Southern Bavarian Alps as well:
Avalanche danger assessment
The avalanche danger in the Bavarian Alps is high.
The main threat still stems from loosely-packed snow and slab avalanches which can trigger naturally due to the enormous overlaying load of new snow on top of the thick old snowpack. Loose snow is entrained on the avalanche track, i.e., avalanches can grow to a very large size. At lower altitudes, the snowpack that is moist to the ground can start to glide in mountain forests with scattered stands or can also glide on the ground on smooth, steep grass-covered slopes. Exposed transportation routes are at risk.
In addition, large slab avalanches can be triggered even by a single skier. Avalanche prone locations are found primarily adjacent to ridgelines in wind-loaded steep terrain on north to east and southwest facing slopes, as well as in bowls and gullies filled with snowdrift deposits. Frequently, the snowdrift accumulations are covered by loose fresh snow and are difficult to detect. Beware of high sink-in depths!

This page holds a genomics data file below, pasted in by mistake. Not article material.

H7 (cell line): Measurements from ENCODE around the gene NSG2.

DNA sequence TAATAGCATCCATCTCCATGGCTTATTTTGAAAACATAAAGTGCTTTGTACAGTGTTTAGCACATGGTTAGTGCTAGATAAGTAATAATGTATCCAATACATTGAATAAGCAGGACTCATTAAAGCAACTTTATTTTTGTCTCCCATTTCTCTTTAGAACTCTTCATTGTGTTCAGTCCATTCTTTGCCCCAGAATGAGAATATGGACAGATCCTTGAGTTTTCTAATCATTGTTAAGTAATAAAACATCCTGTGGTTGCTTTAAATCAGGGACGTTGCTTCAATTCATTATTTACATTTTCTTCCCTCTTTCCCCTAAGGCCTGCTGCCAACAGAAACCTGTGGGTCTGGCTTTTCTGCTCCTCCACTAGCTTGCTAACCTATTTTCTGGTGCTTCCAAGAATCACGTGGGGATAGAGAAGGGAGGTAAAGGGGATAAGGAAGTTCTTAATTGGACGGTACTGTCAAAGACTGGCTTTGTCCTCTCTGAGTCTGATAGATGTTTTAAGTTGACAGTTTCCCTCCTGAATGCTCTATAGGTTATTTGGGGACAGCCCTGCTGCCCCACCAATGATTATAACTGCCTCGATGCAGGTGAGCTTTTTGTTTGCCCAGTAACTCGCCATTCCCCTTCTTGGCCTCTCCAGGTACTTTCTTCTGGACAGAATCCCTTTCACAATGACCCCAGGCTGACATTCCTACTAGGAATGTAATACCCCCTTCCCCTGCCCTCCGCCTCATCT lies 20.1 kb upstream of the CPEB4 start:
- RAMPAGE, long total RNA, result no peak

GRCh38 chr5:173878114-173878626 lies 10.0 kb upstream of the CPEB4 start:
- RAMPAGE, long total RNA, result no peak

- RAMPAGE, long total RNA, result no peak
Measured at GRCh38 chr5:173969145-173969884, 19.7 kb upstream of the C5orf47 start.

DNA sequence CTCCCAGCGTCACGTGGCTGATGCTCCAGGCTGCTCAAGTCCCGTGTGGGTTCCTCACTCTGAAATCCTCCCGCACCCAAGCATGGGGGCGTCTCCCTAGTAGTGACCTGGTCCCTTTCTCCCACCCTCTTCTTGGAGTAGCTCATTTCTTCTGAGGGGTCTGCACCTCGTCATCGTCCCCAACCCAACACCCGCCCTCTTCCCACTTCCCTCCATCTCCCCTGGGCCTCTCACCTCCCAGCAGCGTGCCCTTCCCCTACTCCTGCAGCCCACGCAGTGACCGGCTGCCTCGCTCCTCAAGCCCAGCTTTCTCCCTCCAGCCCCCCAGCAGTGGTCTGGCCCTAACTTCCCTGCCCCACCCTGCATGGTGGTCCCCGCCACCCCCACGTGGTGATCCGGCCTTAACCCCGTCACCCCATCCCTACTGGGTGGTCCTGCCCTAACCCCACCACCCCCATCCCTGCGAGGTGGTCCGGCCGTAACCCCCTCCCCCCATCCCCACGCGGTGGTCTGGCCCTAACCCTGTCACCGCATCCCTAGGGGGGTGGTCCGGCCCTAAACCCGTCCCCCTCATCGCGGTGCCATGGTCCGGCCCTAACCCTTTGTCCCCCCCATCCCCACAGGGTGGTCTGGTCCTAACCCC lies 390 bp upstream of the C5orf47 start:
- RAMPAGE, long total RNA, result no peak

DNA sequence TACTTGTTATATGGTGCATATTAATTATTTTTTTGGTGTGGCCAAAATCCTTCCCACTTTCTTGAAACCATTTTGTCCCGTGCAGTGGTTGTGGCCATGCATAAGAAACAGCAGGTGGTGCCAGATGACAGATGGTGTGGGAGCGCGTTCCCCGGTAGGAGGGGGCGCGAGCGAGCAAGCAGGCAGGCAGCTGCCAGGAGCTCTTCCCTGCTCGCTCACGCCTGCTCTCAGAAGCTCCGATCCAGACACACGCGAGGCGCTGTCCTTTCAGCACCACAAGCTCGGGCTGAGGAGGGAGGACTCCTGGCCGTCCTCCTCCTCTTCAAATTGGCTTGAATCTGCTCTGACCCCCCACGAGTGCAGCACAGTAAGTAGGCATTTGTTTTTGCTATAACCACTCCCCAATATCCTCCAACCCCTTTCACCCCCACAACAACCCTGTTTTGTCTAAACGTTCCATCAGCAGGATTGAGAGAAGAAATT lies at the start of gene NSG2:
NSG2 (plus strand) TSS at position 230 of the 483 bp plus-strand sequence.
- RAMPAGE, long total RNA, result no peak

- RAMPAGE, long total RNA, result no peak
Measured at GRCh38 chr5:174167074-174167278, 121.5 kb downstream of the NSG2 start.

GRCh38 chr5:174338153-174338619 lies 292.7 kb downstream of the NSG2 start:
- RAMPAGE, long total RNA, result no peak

Wind and precipitations abate only gradually. Especially the east of the Bavarian Alps will see another 50 cm of new snow by Thursday evening. The loose fresh snow will only form a weak bond with the thick old snowpack of the last days. The old snowpack has settled somewhat, but the weak intermediate layers in the area of snowdrift accumulations are still prone to trigger. At lower altitudes the snowpack is moist toward the ground and may start to glide.
Tips and outlook
Snowfall will diminish and the avalanche situation is expected to ease up somewhat in the course of the next few days. Backcountry skiing and freeriding tours away from secured and marked ski runs continue to require caution and deep knowledge of assessing avalanche risks on-site.